Volite li velike robote? A crtaće? Iskombinujte ta dva i dodajte mnogo humora i dobijate Megas XLR, crtanu seriju koja se prikazivala na Cartoon networku.
Megas je prototip borbenog robota koji je greškom iz budućnosti poslat u naše vreme u grad Nju Džerzi. Robota slučajno pronalaze Kup (Coop) i Džejmi (Jamie) i kupuju ga sa otpada za 2$. Uglavnom, da ne prepričavam, za većinu haosa koji nastane kriv je upravo Kup koji sasvim slučajno napravi neku glupost. Serija obiluje odličnim humorom i sitnim detaljima što još više podiže atmosferu.
Cartoon network je iz nepoznatog razloga ukinuo seriju nakon samo dve snimljene sezone (26 epizoda). Šteta...
In the distant future of 3037, Earth is fighting a losing war with an alien race known as the Glorft. In order to save the planet, the human resistance steals a prototype giant robot from the Glorft and modifies it, renaming it Megas (Mechanized Earth Guard Attack System). The idea was to send Megas back in time to the Battle of the Last Stand in 3035, which was the last major offensive fought by humanity against the Glorft. Humanity lost that battle, but the members of the resistance believe that Megas can tip the scales and hand the Glorft a decisive defeat.
Before the plan can be executed, an attack by the Glorft forces the human resistance to send Megas back in time ahead of schedule. Kiva, one of the main architects of the plan, decides to pilot it and attempts to transfer into it from her own mech. During the attempt, Megas' head is blown off by enemy fire, destabilizing its timedrive and sending the robot to 1936. Megas languishes in a New Jersey junkyard until it ends up in the hands of two slackers, Coop and Jamie (who bought it for two dollars which Coop didn't pay anyway), around the year 2004. Coop turns Megas into a hot rod project and names it XLR, for eXtra Large Robot.
Kiva and the Glorft also go back in time in the hopes of retrieving Megas, arriving in Coop's time. When Kiva finds it she discovers that she is unable to pilot it because of Coop's modifications: because the Glorft attack destroyed Megas' head, Coop had to jerry-rig together a new set of controls using a car and various videogame controls. Coop's constant video game playing has made him the perfect pilot for the remodeled Megas, so Kiva grudgingly decides to train Coop in Megas' proper use until she can repair the timedrive. (which Coop destroyed with a golf club)
Chicks dig giant robots (theme)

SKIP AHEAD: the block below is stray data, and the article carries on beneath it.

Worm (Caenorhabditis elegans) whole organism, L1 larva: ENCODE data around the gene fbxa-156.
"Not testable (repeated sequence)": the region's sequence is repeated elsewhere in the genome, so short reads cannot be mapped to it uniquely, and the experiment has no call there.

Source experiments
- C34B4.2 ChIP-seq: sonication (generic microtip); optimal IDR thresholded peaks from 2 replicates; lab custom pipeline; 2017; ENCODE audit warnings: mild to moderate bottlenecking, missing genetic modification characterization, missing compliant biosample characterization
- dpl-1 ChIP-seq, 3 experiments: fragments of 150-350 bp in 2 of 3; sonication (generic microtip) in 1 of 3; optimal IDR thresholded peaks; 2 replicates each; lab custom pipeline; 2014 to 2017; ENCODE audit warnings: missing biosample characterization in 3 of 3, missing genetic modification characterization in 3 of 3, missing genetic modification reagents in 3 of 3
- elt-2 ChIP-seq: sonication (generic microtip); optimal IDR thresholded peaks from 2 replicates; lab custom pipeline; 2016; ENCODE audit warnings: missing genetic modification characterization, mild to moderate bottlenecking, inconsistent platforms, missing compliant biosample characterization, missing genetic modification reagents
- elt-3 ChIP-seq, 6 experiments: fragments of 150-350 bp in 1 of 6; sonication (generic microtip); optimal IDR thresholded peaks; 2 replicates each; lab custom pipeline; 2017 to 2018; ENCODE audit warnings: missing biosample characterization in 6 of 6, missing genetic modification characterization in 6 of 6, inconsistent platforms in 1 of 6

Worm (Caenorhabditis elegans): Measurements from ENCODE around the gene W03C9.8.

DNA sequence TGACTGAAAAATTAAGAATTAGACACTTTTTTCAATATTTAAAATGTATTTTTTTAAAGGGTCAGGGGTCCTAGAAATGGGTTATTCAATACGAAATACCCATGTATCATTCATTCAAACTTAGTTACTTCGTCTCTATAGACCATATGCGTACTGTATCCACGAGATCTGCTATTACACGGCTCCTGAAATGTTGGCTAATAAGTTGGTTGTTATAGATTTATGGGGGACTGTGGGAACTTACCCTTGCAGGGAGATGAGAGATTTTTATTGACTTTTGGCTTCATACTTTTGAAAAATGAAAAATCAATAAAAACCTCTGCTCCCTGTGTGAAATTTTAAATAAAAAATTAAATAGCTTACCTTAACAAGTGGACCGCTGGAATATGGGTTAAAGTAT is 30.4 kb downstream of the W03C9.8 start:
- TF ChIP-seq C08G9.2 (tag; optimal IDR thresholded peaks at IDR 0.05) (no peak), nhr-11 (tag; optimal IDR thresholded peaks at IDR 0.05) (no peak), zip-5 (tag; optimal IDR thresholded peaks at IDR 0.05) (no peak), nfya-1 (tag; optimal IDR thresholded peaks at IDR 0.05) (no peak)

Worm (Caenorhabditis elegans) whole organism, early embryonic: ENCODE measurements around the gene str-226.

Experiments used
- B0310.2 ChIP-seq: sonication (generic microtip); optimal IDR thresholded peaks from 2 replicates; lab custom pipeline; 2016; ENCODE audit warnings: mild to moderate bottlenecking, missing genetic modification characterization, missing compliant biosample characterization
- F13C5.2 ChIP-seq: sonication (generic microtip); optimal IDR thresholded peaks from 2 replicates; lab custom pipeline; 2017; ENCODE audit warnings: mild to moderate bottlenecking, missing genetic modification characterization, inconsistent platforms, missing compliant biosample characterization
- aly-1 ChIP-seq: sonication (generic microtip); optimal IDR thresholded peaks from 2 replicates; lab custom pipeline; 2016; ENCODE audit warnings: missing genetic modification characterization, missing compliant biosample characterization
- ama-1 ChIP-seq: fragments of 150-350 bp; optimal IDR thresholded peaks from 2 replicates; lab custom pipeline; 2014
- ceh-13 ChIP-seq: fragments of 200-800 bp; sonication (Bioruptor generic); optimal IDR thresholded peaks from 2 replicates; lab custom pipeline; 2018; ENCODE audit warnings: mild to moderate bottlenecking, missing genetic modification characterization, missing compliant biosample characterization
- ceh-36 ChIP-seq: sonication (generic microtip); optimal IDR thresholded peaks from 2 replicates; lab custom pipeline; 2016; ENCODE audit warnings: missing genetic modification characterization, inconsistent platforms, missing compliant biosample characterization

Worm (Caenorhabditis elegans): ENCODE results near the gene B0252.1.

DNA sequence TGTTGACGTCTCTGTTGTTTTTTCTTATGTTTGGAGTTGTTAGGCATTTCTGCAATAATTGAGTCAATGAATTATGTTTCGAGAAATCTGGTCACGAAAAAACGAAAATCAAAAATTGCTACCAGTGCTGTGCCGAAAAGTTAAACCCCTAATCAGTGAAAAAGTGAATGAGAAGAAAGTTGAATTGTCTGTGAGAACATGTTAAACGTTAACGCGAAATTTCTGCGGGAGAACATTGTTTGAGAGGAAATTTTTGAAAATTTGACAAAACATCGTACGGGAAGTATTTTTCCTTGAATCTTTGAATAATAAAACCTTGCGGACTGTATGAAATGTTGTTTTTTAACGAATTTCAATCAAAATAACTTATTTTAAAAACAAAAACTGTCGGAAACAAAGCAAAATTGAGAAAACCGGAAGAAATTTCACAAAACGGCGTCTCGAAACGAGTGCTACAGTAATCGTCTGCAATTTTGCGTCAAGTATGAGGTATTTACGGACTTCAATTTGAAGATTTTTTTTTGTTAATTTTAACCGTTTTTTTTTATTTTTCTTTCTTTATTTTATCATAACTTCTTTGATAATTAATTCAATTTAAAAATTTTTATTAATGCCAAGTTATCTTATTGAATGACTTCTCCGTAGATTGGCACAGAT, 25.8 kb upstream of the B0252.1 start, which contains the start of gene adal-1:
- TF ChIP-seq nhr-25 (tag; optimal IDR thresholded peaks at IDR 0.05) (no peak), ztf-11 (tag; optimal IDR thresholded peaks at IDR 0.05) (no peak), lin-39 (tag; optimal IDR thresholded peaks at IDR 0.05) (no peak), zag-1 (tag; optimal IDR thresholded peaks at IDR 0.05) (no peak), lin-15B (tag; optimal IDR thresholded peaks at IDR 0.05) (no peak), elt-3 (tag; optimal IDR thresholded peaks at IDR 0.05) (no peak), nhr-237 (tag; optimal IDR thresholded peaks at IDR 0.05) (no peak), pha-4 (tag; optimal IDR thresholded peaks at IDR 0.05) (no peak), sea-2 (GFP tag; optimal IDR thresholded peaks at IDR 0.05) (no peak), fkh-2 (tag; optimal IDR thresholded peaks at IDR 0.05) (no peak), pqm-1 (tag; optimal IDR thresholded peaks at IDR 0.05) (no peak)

Diablo 2 + Lord of Destruction expansion
The story unfolds in four Acts, one for each major town. From the ruined town of Tristam, you venture forth to vanquish the evil presence of Andariel in the Monastery of the Sisters of the Sightless Eye, nestled in the frozen steppes. From there you travel across deserts and jungles to defeat the devils Mephisto and Baal until you face Diablo, the ultimate evil. Diablo II is four times larger than the original, includes five character classes, addition of 3D graphics support, day/night cycles, weather effects, hordes of enemies, as well as tons more weapons, armor, spells, items, and more. Did we mention Diablo is back?
As Diablo II was wildly successful, Blizzard chose to make an expansion that will add a fifth Act, featuring six quests in the Barbarian Highlands. Two unique classes, the female Assassin and the male Druid, will be available featuring new skills. More monsters, items including powerful sets and class-specific items, new Horadric Cube recipes, and interactive environments will all expand the the scope of Diablo.
Temple of Elemental Evil
The Temple of Elemental Evil is
a single-player-only adventure with a straightforward premise that's
mostly an excuse to put you through a lengthy, diverse dungeon crawl.
This isn't an epic-scale adventure--most of the game takes place in the
titular temple (though, at the beginning, you explore the countryside
until you find it), though the temple is a sufficiently huge,
multistory affair. Initially, you create a party of up to five
characters (or you may choose from pregenerated characters), who begin
as neophyte first-level adventurers and can eventually grow to 10th
level, which isn't as high up there as some other recent D&D games
have allowed you to get. Make no mistake, this is no flaw--Dungeons
& Dragons is probably most well balanced, tense, and exciting at
the earlier levels, so this game's focus on relatively low-level
adventuring leads to many nail-biting battles in which you must take
great care to keep your party out of harm's way as best you can.
Indeed, starting out, your party is vulnerable even to common thugs,
though later on, you'll start to feel quite powerful as your fighters
gain multiple attacks per round, your healers become much more useful,
and your mages learn to cast damaging area-of-effect spells.
One interesting aspect of The Temple of Elemental Evil is that the characters you can place in your party must be of similar moral alignment. In fact, you must choose a moral alignment for your party, which governs who can and can't be a part of it. For instance, a chaotic evil character wouldn't have any business being in a lawful good party, though a neutral good or lawful neutral character would be welcome. This choice affects the brief introductory sequence for your party (there are nine different variants, in total) as well as the conclusion of the game. Other than that, alignment doesn't play a huge role over the course of the game, as there isn't much in the way of dialogue with non-player characters--not compared to other D&D RPGs from over the past few years, anyway. Good, neutral, and evil characters alike will still find themselves fighting for their lives against the countless vicious foes defending the temple from any interlopers.